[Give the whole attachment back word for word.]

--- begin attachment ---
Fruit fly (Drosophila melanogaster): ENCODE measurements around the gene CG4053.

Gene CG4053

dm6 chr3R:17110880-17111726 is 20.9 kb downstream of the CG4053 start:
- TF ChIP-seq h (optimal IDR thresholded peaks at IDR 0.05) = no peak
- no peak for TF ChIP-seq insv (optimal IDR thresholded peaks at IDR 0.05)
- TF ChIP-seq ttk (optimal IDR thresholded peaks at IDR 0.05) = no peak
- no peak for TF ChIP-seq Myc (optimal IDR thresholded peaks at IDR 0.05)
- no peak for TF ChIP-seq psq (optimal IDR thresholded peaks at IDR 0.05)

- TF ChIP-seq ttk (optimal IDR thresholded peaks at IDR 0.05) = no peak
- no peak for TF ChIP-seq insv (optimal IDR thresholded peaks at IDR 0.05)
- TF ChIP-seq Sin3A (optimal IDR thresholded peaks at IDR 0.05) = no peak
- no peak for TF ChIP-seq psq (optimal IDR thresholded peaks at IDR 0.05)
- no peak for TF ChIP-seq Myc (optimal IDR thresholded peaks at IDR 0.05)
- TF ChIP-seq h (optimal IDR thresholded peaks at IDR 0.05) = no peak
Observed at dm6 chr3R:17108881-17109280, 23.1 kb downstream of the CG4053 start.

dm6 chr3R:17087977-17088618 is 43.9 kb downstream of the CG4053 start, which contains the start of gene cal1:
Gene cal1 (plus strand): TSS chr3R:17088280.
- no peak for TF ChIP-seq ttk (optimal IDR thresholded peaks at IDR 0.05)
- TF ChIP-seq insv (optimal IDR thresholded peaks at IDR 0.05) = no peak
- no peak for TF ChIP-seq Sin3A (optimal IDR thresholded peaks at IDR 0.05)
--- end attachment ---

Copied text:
Fruit fly (Drosophila melanogaster): ENCODE measurements around the gene CG4053.

Gene CG4053

dm6 chr3R:17110880-17111726 is 20.9 kb downstream of the CG4053 start:
- TF ChIP-seq h (optimal IDR thresholded peaks at IDR 0.05) = no peak
- no peak for TF ChIP-seq insv (optimal IDR thresholded peaks at IDR 0.05)
- TF ChIP-seq ttk (optimal IDR thresholded peaks at IDR 0.05) = no peak
- no peak for TF ChIP-seq Myc (optimal IDR thresholded peaks at IDR 0.05)
- no peak for TF ChIP-seq psq (optimal IDR thresholded peaks at IDR 0.05)

- TF ChIP-seq ttk (optimal IDR thresholded peaks at IDR 0.05) = no peak
- no peak for TF ChIP-seq insv (optimal IDR thresholded peaks at IDR 0.05)
- TF ChIP-seq Sin3A (optimal IDR thresholded peaks at IDR 0.05) = no peak
- no peak for TF ChIP-seq psq (optimal IDR thresholded peaks at IDR 0.05)
- no peak for TF ChIP-seq Myc (optimal IDR thresholded peaks at IDR 0.05)
- TF ChIP-seq h (optimal IDR thresholded peaks at IDR 0.05) = no peak
Observed at dm6 chr3R:17108881-17109280, 23.1 kb downstream of the CG4053 start.

dm6 chr3R:17087977-17088618 is 43.9 kb downstream of the CG4053 start, which contains the start of gene cal1:
Gene cal1 (plus strand): TSS chr3R:17088280.
- no peak for TF ChIP-seq ttk (optimal IDR thresholded peaks at IDR 0.05)
- TF ChIP-seq insv (optimal IDR thresholded peaks at IDR 0.05) = no peak
- no peak for TF ChIP-seq Sin3A (optimal IDR thresholded peaks at IDR 0.05)